Paul Ryan to #IRS commissioner: “No one trusts you.”

June 20, 2014
"Liar"

“Liar”

Well, gee after over a year of revelations about government harassment of conservative groups applying for non-profit status, and after recent claims that convenient computer crashes wiped out emails demanded by investigating congressional committees, what reasonable person wouldn’t trust the IRS?

Paul Ryan, for one, when questioning IRS Commissioner Koskinen:

“This is unbelievable,” said Ryan, a Republican, at a Friday hearing. “The apology that ought to be given is to the American taxpayer, not to a government agency that is abusing its power. I am sitting here listening to this testimony, I don’t believe it. That’s your problem. Nobody believes you.”

“You are the Internal Revenue Service,” Ryan added. “You can reach into the lives of hard-working taxpayers and with a phone call, an e-mail or a letter you can turn their lives upside down. You ask taxpayers to hang onto seven years of their personal tax information in case they are ever audited and you can’t keep six months worth of employee e-mails? And now that we are seeing this investigation, you don’t have the e-mails, hard drives crashed. You learned about this months ago. You just told us, and we had to ask you on Monday.”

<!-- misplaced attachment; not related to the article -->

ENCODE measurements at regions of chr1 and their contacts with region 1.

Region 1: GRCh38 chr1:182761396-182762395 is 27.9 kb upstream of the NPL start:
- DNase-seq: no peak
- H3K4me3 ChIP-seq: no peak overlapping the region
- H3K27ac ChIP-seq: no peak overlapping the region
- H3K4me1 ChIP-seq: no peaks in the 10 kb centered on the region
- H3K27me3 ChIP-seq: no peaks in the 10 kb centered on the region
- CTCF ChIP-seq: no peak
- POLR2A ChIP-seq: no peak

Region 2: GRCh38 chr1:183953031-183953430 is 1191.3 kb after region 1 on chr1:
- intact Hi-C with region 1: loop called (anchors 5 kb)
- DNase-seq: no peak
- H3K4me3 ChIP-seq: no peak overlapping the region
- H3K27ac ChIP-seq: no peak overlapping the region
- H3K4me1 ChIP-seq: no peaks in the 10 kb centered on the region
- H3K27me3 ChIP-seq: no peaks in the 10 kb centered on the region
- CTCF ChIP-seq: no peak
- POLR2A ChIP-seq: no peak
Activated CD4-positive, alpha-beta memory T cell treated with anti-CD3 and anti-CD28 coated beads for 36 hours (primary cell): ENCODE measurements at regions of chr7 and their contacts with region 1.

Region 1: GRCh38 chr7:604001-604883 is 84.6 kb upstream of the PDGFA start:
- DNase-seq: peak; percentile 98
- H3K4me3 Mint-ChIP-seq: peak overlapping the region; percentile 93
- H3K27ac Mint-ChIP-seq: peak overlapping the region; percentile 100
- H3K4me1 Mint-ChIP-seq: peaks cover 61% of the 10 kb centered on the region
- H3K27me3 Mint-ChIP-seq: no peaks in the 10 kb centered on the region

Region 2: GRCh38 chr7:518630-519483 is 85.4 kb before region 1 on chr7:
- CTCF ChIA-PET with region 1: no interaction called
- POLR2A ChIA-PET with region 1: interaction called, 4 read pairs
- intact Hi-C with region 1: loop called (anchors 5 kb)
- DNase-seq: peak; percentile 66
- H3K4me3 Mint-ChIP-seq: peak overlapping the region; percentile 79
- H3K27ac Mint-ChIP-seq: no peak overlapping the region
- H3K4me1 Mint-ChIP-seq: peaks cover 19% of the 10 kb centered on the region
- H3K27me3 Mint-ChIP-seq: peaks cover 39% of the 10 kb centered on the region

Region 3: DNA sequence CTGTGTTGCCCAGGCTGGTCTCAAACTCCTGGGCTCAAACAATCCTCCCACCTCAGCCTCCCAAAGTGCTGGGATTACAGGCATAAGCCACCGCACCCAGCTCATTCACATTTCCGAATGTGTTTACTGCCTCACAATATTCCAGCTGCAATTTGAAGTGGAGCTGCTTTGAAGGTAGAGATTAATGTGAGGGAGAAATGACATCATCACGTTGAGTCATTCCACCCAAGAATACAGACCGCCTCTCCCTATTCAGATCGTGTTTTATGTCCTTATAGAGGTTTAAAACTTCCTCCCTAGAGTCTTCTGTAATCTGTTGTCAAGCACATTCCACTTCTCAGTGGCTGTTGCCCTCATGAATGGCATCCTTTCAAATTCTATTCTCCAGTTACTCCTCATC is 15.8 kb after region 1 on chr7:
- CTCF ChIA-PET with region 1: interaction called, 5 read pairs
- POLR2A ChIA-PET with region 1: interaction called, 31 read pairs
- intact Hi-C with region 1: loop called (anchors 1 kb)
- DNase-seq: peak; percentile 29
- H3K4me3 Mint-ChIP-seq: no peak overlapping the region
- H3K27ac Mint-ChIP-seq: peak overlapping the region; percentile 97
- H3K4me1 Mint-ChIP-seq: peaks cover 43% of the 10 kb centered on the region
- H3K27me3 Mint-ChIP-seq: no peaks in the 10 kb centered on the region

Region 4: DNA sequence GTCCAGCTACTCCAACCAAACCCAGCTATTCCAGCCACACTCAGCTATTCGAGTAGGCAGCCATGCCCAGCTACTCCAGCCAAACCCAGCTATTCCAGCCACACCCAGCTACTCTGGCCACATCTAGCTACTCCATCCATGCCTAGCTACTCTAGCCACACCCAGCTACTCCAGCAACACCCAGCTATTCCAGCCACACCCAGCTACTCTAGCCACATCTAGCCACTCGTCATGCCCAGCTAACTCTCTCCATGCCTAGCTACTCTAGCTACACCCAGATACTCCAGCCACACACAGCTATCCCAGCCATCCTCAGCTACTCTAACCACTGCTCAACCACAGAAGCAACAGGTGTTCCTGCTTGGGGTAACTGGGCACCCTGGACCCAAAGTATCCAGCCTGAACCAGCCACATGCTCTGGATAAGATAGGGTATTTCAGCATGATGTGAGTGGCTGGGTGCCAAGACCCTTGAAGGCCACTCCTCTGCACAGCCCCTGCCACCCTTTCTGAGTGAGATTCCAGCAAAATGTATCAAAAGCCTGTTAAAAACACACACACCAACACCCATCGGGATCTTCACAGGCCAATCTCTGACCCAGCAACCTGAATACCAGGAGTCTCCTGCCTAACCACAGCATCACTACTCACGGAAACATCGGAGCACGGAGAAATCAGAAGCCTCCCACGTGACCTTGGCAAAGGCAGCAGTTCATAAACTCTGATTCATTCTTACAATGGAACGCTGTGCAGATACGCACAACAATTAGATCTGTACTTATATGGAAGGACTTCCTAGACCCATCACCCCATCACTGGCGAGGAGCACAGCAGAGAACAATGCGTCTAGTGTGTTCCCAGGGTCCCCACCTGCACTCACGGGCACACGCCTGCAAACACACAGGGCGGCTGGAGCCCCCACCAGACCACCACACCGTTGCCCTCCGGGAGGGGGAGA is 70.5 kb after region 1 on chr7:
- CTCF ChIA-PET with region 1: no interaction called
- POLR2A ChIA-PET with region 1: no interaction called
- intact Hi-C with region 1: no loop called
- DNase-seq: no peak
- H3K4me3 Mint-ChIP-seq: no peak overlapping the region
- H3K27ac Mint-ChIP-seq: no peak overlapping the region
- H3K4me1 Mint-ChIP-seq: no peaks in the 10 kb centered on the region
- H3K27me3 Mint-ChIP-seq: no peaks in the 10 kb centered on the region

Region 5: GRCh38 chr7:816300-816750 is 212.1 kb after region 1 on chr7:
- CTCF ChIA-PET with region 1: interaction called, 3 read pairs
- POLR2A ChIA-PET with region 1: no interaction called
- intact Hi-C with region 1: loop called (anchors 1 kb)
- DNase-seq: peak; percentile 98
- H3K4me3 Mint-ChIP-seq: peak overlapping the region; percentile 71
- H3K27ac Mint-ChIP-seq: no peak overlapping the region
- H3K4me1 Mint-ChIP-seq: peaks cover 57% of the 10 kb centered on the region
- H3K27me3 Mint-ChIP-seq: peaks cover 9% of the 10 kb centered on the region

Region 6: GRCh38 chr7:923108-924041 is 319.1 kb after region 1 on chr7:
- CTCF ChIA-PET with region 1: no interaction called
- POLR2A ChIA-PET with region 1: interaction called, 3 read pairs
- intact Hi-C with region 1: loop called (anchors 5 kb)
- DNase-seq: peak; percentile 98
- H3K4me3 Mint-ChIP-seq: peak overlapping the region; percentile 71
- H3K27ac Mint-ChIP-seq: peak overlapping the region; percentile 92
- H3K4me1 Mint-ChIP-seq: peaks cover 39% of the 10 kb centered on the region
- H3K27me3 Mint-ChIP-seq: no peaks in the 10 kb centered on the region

Clearly, Congressman Ryan’s lack of faith in the bureaucracy’s honesty is rooted in anti-Obama racism. (1)

Once again, we’re left with a choice when it comes to an Obama administration scandal: either the IRS is massively incompetent and is unintentionally violating federal records retention laws, in spite of getting all the money and IT help it wants, or a bunch of people are lying through their teeth and deliberately violating those same laws (as well as others).

I’m usually willing to blame stupidity before malice, but the IRS and the Obama White House are making that awfully hard.

RELATED: An interesting reminder from Ed Morrissey — as part of a larger article on abuse of power and the missing emails, he mentions an odd meeting between the IRS Chief Counsel, William Wilkins, and President Obama, himself, just days before Wilkins sent Lerner new guidelines for dealing with Tea Party applicants for 501(c) status: